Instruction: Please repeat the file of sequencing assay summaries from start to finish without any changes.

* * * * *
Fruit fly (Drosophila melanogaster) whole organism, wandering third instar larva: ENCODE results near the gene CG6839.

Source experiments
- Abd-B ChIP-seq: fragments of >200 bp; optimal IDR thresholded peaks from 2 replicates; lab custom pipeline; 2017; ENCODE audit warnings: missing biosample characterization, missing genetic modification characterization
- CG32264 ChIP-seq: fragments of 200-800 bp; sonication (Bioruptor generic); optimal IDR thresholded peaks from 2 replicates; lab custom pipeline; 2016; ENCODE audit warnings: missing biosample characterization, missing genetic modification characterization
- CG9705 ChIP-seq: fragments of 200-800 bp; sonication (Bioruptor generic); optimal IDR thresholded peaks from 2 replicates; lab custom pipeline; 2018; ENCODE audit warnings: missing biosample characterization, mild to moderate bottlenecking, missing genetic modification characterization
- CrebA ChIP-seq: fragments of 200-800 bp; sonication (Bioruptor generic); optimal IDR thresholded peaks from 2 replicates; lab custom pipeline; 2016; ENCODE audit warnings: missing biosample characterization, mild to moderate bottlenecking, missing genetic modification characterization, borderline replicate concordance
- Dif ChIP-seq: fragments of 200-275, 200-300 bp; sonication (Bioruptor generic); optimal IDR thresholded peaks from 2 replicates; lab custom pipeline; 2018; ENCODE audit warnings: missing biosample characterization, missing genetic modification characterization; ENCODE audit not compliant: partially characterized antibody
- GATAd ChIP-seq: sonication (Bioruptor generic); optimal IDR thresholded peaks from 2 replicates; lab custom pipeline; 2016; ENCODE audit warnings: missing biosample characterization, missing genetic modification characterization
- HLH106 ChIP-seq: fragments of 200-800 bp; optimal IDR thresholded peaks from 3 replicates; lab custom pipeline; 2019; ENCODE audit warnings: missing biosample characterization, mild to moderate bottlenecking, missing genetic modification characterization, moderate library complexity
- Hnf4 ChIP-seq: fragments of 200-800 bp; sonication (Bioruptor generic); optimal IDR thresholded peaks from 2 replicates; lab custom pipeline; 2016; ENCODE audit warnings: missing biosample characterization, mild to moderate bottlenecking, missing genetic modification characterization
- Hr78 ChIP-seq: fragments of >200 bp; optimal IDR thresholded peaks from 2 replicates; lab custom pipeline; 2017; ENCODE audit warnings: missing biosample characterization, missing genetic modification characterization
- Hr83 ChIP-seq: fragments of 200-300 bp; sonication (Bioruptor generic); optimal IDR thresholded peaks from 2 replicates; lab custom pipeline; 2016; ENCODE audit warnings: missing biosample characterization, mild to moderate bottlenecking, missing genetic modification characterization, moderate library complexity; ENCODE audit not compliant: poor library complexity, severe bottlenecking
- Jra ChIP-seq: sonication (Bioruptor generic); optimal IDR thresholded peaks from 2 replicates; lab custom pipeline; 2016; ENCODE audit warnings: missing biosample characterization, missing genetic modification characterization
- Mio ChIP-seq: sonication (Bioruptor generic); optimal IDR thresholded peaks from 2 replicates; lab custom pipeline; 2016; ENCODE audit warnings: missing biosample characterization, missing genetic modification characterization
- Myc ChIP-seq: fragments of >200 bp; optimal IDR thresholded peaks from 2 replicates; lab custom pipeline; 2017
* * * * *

Fruit fly (Drosophila melanogaster) whole organism, wandering third instar larva: ENCODE results near the gene CG6839.

Source experiments
- Abd-B ChIP-seq: fragments of >200 bp; optimal IDR thresholded peaks from 2 replicates; lab custom pipeline; 2017; ENCODE audit warnings: missing biosample characterization, missing genetic modification characterization
- CG32264 ChIP-seq: fragments of 200-800 bp; sonication (Bioruptor generic); optimal IDR thresholded peaks from 2 replicates; lab custom pipeline; 2016; ENCODE audit warnings: missing biosample characterization, missing genetic modification characterization
- CG9705 ChIP-seq: fragments of 200-800 bp; sonication (Bioruptor generic); optimal IDR thresholded peaks from 2 replicates; lab custom pipeline; 2018; ENCODE audit warnings: missing biosample characterization, mild to moderate bottlenecking, missing genetic modification characterization
- CrebA ChIP-seq: fragments of 200-800 bp; sonication (Bioruptor generic); optimal IDR thresholded peaks from 2 replicates; lab custom pipeline; 2016; ENCODE audit warnings: missing biosample characterization, mild to moderate bottlenecking, missing genetic modification characterization, borderline replicate concordance
- Dif ChIP-seq: fragments of 200-275, 200-300 bp; sonication (Bioruptor generic); optimal IDR thresholded peaks from 2 replicates; lab custom pipeline; 2018; ENCODE audit warnings: missing biosample characterization, missing genetic modification characterization; ENCODE audit not compliant: partially characterized antibody
- GATAd ChIP-seq: sonication (Bioruptor generic); optimal IDR thresholded peaks from 2 replicates; lab custom pipeline; 2016; ENCODE audit warnings: missing biosample characterization, missing genetic modification characterization
- HLH106 ChIP-seq: fragments of 200-800 bp; optimal IDR thresholded peaks from 3 replicates; lab custom pipeline; 2019; ENCODE audit warnings: missing biosample characterization, mild to moderate bottlenecking, missing genetic modification characterization, moderate library complexity
- Hnf4 ChIP-seq: fragments of 200-800 bp; sonication (Bioruptor generic); optimal IDR thresholded peaks from 2 replicates; lab custom pipeline; 2016; ENCODE audit warnings: missing biosample characterization, mild to moderate bottlenecking, missing genetic modification characterization
- Hr78 ChIP-seq: fragments of >200 bp; optimal IDR thresholded peaks from 2 replicates; lab custom pipeline; 2017; ENCODE audit warnings: missing biosample characterization, missing genetic modification characterization
- Hr83 ChIP-seq: fragments of 200-300 bp; sonication (Bioruptor generic); optimal IDR thresholded peaks from 2 replicates; lab custom pipeline; 2016; ENCODE audit warnings: missing biosample characterization, mild to moderate bottlenecking, missing genetic modification characterization, moderate library complexity; ENCODE audit not compliant: poor library complexity, severe bottlenecking
- Jra ChIP-seq: sonication (Bioruptor generic); optimal IDR thresholded peaks from 2 replicates; lab custom pipeline; 2016; ENCODE audit warnings: missing biosample characterization, missing genetic modification characterization
- Mio ChIP-seq: sonication (Bioruptor generic); optimal IDR thresholded peaks from 2 replicates; lab custom pipeline; 2016; ENCODE audit warnings: missing biosample characterization, missing genetic modification characterization
- Myc ChIP-seq: fragments of >200 bp; optimal IDR thresholded peaks from 2 replicates; lab custom pipeline; 2017